EVERYBODY SHOULD PITCH IN: There needs to be a collective effort among the community, religious organizations and parents, Commissioner Bill Lockett said.

“I think without that, we’re going to continue down this road,” he said. “I think as elected officials we should, as often as possible, go out into the community and converse with young people. These kids are not dumb. They’re smart, and we need to channel that. I think we as adults can win this battle.”

 

NOT IN OUR JOB DESCRIP­TION: Commissioner Grady Smith said, “I think stuff like that should be left to the professional, namely the sheriff and the legal system here in the county. If a lot of these boys would spend their time studying and trying to get a job, they’d be better off.”

 

COMMUNICATION AND COOPERATION: The mayor stated in an e-mail that he’s in contact with Roundtree regularly and that they’ve developed a very strong working relationship.

“I am fully supportive of providing the sheriff with whatever means necessary to reduce gang activity in our community, and I fully support law enforcement in their efforts to proactively deal with the situation,” Copenhaver wrote.

 

WHAT I LEARNED ON MY SUMMER TRIP: Fennoy, one of five commissioners to attend the National Association of Counties’ annual conference in Fort Worth, Texas, last weekend, said he learned about a couple of projects other counties have initiated, and he plans to follow up on them.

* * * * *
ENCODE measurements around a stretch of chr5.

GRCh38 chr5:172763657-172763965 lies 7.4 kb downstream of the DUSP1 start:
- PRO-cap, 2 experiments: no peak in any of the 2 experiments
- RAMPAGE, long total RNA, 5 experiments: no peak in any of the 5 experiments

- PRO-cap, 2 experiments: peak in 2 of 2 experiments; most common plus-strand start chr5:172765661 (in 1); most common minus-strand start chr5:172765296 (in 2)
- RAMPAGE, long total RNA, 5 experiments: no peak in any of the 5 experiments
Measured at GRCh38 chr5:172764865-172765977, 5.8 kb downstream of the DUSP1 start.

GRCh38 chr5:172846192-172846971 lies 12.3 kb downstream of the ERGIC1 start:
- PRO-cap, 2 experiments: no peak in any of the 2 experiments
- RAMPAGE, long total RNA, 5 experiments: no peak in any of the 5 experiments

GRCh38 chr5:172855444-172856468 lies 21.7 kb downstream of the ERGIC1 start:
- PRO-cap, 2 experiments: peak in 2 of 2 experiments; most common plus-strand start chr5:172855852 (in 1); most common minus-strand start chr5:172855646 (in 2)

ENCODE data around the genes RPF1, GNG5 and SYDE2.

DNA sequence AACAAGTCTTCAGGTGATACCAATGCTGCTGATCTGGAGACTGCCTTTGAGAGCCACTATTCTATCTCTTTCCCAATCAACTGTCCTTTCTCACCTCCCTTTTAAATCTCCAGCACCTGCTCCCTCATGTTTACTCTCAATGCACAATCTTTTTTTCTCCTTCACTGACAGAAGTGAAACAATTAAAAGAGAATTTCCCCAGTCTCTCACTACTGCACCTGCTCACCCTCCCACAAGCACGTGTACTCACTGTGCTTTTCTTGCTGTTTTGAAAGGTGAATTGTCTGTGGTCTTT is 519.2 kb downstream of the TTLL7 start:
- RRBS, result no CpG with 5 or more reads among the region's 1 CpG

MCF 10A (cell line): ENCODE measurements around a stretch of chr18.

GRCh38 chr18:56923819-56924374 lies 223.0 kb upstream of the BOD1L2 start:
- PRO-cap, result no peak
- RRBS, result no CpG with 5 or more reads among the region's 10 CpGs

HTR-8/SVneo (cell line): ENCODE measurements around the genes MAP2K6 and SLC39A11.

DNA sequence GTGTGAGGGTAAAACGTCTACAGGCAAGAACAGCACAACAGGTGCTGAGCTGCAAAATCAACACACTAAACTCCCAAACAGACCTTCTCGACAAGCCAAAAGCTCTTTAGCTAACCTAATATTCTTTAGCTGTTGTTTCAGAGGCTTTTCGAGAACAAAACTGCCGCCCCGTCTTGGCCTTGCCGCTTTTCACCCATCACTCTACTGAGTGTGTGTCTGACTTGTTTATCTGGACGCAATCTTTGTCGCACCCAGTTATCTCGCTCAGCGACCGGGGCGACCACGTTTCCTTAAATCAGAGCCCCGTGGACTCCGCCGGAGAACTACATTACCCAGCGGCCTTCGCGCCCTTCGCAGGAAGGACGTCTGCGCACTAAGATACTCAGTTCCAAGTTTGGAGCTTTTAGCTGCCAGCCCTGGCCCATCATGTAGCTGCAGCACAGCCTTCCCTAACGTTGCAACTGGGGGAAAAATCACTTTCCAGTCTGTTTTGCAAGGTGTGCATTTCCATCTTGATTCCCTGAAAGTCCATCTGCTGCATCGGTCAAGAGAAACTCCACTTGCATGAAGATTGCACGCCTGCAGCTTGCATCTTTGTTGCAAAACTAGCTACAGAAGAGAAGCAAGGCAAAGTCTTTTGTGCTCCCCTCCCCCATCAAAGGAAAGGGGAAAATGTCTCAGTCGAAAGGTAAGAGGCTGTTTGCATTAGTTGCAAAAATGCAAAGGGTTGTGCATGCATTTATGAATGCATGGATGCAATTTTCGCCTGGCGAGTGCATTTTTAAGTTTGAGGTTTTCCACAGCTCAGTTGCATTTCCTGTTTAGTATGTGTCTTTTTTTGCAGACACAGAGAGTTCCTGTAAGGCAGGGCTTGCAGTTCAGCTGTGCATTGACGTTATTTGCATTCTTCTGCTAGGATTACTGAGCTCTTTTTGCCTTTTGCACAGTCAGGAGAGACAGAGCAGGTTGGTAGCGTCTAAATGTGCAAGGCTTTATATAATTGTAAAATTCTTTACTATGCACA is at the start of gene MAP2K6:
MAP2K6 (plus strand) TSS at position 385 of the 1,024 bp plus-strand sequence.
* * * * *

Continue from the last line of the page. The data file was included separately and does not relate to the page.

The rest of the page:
“One of the moderators operates a veterans court,” he said. “Since we have Fort Gordon and two veterans hospitals, and a large portion of the homeless population are veterans, I’m going to try to get a program started here.”

Johnson and Williams said they saw firsthand in Fort Worth that an ordinary crosswalk works just fine for pedestrians crossing the street from a hotel and convention center. Johnson said he took photos to prove to the rest of the board that the city doesn’t need to build a million-dollar elevated crosswalk over Reynolds Street from the Augusta Convention Center to a parking deck.

 

CREATING T-SPLOST ENVY: Gov. Nathan Deal, De­partment of Transpor­tation board member Don Grantham, local elected officials and others gathered in Augusta two weeks ago to talk about the present and future of the area’s transportation sales tax program.

Deal said the area had set an example for the rest of the state, and that those who didn’t buy into the program will regret it.

“You are our example, and we want you to succeed because if you succeed it does show the merit of local citizens and local communities to buy into the idea of helping themselves, and being a part of a bigger plan,” Deal said. “So I have instructed all my folks and agencies to make sure they do everything they can to make sure you are successful. And I think you will find we are going to be very cooperative in what you want to do.”

He means it, too, because he repeated it later on.

“We want you to succeed because if you don’t succeed our message is diluted significantly,” he said.

Exactly what is that message, governor?

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Sat, 12/03/2016 - 00:51